With a $10 million annual increase in funding, the ARS programs responsible for grape genetics research could be adequately staffed, properly equipped and housed in facilities conducive to scientific exploration befitting a leader in grape growing and production. But we need your help.

Please download and use our appropriations request to reach out to your Congressmen and -women, especially those on the House and Senate Ag Appropriations Committees, listed herein. Help them understand that:

  • Grapes are the largest and most economically important fruit and specialty crop in the U.S., representing approximately 1 million acres and more than $6 billion in farm-gate revenue, and a staggering $219.9 billion in total national impact.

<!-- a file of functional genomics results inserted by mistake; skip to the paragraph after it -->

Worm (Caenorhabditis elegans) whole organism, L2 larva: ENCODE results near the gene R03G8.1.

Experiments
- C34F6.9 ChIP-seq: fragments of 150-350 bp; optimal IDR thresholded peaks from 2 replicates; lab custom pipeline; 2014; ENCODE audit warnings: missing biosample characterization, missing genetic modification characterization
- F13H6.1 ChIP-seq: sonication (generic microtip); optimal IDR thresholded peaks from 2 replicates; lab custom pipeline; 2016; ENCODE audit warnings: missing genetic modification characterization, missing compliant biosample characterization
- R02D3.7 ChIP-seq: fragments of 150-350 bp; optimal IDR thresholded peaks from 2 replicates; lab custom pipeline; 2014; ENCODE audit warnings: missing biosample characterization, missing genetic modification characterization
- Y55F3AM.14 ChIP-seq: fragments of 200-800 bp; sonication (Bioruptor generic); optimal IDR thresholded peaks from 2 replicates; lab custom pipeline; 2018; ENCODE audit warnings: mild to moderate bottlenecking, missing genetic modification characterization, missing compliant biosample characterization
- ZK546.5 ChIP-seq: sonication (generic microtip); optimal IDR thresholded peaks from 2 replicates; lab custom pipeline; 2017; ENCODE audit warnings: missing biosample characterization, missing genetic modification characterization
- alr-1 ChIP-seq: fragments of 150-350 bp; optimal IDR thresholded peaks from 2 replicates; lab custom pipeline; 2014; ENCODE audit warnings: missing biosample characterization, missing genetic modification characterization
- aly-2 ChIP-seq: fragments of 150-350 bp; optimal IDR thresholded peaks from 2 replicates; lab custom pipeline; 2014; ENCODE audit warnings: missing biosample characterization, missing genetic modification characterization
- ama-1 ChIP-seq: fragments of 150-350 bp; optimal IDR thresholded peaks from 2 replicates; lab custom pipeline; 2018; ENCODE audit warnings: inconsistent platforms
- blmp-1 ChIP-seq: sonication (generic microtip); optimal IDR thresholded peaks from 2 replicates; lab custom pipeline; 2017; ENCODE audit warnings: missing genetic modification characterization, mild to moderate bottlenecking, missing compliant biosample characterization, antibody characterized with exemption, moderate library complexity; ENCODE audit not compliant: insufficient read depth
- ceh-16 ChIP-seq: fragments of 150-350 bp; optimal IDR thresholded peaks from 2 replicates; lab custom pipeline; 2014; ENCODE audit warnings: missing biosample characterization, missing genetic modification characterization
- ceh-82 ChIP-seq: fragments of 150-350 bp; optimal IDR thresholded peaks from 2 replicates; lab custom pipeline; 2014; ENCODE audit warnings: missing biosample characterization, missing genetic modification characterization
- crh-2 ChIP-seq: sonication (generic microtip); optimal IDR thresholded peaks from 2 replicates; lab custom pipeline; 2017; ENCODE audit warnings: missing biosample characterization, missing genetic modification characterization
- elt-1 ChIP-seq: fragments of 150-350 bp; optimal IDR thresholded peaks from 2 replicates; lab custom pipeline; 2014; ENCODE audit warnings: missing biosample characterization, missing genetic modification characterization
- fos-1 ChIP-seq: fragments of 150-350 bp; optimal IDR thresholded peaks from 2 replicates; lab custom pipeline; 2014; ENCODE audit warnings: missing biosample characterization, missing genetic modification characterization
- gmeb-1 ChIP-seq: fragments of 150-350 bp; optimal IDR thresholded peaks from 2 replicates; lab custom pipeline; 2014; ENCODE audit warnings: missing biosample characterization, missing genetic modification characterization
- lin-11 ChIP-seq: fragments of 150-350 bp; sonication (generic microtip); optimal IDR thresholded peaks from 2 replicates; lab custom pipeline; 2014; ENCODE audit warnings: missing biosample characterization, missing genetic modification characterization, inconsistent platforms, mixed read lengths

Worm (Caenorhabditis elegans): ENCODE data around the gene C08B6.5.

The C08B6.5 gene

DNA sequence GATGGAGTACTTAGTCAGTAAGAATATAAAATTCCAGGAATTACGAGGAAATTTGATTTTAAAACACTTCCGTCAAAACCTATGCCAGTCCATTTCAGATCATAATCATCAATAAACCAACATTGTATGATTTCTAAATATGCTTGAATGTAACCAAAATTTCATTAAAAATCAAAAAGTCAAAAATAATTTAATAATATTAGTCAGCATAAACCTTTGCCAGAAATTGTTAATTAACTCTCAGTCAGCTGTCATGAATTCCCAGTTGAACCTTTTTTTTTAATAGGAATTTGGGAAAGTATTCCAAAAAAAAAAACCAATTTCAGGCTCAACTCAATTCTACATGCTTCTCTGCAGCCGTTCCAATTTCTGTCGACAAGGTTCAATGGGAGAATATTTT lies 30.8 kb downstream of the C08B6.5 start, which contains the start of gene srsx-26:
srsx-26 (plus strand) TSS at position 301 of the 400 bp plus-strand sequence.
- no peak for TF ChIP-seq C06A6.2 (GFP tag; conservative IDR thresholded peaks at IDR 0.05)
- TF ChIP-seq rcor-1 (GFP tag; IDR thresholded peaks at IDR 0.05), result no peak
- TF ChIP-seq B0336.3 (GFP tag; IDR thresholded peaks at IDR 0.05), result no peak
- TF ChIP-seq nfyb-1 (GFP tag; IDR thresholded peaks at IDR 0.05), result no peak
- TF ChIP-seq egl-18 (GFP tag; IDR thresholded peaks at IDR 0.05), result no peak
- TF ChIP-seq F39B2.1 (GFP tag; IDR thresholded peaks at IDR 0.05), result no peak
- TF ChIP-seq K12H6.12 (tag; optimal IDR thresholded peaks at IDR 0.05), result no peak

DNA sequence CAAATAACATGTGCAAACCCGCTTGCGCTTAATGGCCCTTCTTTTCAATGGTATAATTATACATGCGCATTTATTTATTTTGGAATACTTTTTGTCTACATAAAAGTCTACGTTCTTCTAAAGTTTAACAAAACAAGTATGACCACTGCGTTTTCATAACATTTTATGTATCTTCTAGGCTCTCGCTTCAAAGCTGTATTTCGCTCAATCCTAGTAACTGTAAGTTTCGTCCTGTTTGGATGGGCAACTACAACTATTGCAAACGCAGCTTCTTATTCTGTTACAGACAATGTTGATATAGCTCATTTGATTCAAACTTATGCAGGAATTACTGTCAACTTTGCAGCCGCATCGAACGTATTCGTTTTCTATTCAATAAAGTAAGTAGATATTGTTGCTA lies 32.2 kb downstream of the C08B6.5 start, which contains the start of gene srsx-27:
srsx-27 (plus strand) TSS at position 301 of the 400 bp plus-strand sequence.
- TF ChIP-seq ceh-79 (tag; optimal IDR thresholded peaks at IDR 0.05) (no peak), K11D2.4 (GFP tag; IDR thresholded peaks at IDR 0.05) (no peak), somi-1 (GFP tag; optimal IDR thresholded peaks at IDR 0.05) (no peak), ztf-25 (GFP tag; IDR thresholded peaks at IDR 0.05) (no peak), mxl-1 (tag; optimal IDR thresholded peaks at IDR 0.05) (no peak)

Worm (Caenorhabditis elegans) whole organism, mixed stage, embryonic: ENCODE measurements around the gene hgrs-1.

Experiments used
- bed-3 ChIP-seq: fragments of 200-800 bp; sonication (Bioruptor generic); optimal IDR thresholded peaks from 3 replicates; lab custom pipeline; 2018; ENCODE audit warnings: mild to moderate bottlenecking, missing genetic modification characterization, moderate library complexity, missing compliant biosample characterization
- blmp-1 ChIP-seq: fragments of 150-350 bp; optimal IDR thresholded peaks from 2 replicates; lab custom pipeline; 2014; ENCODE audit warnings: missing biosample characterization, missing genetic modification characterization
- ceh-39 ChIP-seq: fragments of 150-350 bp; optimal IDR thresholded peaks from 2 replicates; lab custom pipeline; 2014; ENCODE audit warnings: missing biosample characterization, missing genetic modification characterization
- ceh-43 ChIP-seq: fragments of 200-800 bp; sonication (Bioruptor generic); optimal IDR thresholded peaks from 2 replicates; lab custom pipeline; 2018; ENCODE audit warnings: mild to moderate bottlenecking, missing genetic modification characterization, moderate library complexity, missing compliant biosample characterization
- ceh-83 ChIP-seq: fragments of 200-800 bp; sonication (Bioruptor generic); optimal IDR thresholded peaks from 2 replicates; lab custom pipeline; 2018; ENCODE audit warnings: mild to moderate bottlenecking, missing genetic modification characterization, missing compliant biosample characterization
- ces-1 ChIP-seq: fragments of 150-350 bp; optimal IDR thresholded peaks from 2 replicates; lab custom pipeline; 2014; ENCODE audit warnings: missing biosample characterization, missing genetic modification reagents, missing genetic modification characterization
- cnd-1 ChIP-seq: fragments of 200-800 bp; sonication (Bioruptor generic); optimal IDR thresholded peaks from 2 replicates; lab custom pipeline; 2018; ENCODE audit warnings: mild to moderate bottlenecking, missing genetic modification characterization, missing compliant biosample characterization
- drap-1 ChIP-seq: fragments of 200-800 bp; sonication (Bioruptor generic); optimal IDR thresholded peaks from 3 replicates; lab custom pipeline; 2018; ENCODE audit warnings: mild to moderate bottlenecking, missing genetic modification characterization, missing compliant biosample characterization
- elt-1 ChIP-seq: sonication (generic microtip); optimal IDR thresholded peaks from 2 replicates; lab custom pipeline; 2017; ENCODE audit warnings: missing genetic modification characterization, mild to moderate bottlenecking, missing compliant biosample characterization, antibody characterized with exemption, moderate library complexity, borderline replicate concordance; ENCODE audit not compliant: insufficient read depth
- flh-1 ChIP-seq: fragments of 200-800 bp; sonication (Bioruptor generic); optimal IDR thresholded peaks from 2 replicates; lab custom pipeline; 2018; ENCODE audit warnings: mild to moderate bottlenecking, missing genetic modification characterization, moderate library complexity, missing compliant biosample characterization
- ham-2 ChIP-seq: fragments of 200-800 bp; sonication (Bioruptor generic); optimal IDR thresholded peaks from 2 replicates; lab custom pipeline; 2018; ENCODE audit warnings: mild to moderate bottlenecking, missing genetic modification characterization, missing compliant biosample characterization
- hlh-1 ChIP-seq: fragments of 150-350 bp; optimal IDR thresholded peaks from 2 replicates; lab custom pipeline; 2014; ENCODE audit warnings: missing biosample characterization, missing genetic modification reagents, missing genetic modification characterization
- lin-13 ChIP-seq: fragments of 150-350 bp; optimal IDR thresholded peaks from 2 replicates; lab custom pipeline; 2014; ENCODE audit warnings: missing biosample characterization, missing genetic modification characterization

• Grapes are commercially produced in 49 of the 50 states, and vineyards represent a critical component of America’s rural economy—a hot button for the current USDA administration.

Investment in grape genetics research is essential to maintain the long-term viability and competitive advantage of the U.S. grape industry. Please join this collective effort and help make grapevine improvement part of our national DNA. Thank you for your support!


Think the USDA’s grape genetics resources serve only California (the nation’s largest grape-growing state) or New York (third largest, and home of the USDA-ARS Grape Genetics Resource Unit)? Think again.